Sky at a Glance | April 23rd, 2010

Some daily events in the changing sky for April 23 – May 1.

Venus and stars at dusk
Watch Venus pass between the Pleiades and the Hyades this week.

Friday, April 23

  • Low in the western sky at nightfall, look for the Pleiades to the upper right of bright Venus. They fit together in a 5° binocular field of view this evening through Sunday evening.

    Saturday, April 24

  • The "star" to the upper left of the Moon this evening is Saturn.

    Sunday, April 25

  • Saturn is above the Moon this evening.

    Monday, April 26

  • The star left of the Moon this evening is Spica. To the right of the Moon is the constellation Corvus. Above them is Saturn.

  • A small telescope will always show Titan, Saturn's largest moon. Tonight and tomorrow you'll find Titan four ring-lengths to Saturn's east.

    Tuesday, April 27

  • Full Moon tonight (exact at 8:18 a.m. EDT Wednesday morning).

    Wednesday, April 28

  • This week the Big Dipper floats upside down very high in the north after dark. Its Pointer stars, the two forming the end of the Dipper's bowl, point exactly straight down toward Polaris soon after nightfall.

    Thursday, April 29

  • The Moon is up in the southeast after 11 or so, depending on where you live in your time zone. Look lower left of the Moon for orange Antares on the rise. By dawn on the 30th they've moved over to the southwest, as shown below, with Antares now to the Moon's left.

    Moon crossing Scorpius as dawn begins
    If you're up when dawn is just beginning, the Moon lights the way to an early preview of the summer constellation Scorpius.

    Friday, April 30

  • The Moon is up above the southeast horizon by 11 or midnight tonight. Look for Antares and other stars of Scorpius to its upper right.

    Saturday, May 1

  • In late twilight, use binoculars to spot the 4th-magnitude star Kappa1 Tauri about ¼° lower left of dazzling Venus (at the time of twilight for North America). And look even closer to the lower left of Kappa1 for 5th-magnitude Kappa2.

  • Amateur observers usually assume that even the brightest galaxies of the Virgo Cluster are beyond the reach of binoculars. But are you sure? If you have a good dark sky and at least 50mm binos, pick a moonless night (like this evening) and give it a try using Gary Seronik's Binocular Highlight map and column in the May Sky & Telescope, page 45.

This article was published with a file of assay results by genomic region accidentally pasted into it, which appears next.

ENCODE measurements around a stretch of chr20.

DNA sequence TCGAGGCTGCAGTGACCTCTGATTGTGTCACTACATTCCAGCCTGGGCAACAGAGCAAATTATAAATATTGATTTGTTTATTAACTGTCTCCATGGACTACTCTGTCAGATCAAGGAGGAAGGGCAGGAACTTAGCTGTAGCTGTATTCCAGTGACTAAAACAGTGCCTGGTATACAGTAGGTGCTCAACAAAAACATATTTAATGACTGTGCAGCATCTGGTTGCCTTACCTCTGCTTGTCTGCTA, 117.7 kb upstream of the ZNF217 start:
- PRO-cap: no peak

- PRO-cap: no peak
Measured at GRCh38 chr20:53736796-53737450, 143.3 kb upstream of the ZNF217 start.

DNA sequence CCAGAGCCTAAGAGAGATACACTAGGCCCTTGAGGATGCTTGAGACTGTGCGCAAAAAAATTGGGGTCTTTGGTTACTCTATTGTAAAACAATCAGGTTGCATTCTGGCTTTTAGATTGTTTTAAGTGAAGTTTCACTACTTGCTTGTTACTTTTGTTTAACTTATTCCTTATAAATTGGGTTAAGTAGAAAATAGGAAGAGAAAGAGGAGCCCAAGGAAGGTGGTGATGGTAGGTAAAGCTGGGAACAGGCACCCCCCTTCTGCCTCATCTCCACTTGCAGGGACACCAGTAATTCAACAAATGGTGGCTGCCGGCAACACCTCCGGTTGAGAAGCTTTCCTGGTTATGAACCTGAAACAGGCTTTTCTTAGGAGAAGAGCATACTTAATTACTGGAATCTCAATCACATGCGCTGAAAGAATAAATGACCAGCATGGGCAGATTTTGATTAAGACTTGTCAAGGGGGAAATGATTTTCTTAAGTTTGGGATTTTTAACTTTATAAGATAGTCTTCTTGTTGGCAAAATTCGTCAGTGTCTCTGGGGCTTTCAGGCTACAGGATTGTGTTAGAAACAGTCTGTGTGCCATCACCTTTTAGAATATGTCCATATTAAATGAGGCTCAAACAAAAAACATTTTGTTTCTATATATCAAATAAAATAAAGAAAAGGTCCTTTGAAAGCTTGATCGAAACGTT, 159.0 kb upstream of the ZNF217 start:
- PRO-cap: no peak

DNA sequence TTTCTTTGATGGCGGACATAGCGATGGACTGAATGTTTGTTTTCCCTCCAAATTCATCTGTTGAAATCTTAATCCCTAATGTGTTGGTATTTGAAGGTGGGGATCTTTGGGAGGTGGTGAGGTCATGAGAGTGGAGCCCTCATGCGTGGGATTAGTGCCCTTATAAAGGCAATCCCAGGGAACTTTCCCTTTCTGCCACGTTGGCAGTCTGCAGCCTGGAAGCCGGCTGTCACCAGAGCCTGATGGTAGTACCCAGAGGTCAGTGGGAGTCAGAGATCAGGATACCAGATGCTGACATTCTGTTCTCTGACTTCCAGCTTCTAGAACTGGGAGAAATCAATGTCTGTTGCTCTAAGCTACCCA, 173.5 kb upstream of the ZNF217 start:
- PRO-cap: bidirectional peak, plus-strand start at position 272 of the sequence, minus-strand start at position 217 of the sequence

Want to become a better amateur astronomer? Learn your way around the constellations. They're the key to locating everything fainter and deeper to hunt with binoculars or a telescope.

    Sky Atlas 2000.0 (the color Deluxe Edition is shown here) plots 81,312 stars to magnitude 8.5. That includes most of the stars that you can see in a good finderscope, and typically one or two stars that will fall within a 50× telescope's field of view wherever you point. About 2,700 deep-sky objects to hunt are plotted among the stars.
    Alan MacRobert

    For an easy-to-use constellation guide covering the whole evening sky, use the big monthly map in the center of each issue of Sky & Telescope, the essential magazine of astronomy. Or download our free Getting Started in Astronomy booklet (which only has bimonthly maps).

    Once you get a telescope, to put it to good use you must have a detailed, large-scale sky atlas (set of charts). The standards are the Pocket Sky Atlas, which shows stars to magnitude 7.6; the larger Sky Atlas 2000.0 (stars to magnitude 8.5); and the even larger and deeper Uranometria 2000.0 (stars to magnitude 9.75). And read how to use your charts effectively.

    You'll also want a good deep-sky guidebook, such as Sky Atlas 2000.0 Companion by Strong and Sinnott, or the more detailed and descriptive Night Sky Observer's Guide by Kepple and Sanner or the classic if dated Burnham's Celestial Handbook.

    Can a computerized telescope take their place? I don't think so — not for beginners, anyway, and especially not on mounts that are less than top-quality mechanically. As Terence Dickinson and Alan Dyer say in their Backyard Astronomer's Guide, "A full appreciation of the universe cannot come without developing the skills to find things in the sky and understanding how the sky works. This knowledge comes only by spending time under the stars with star maps in hand."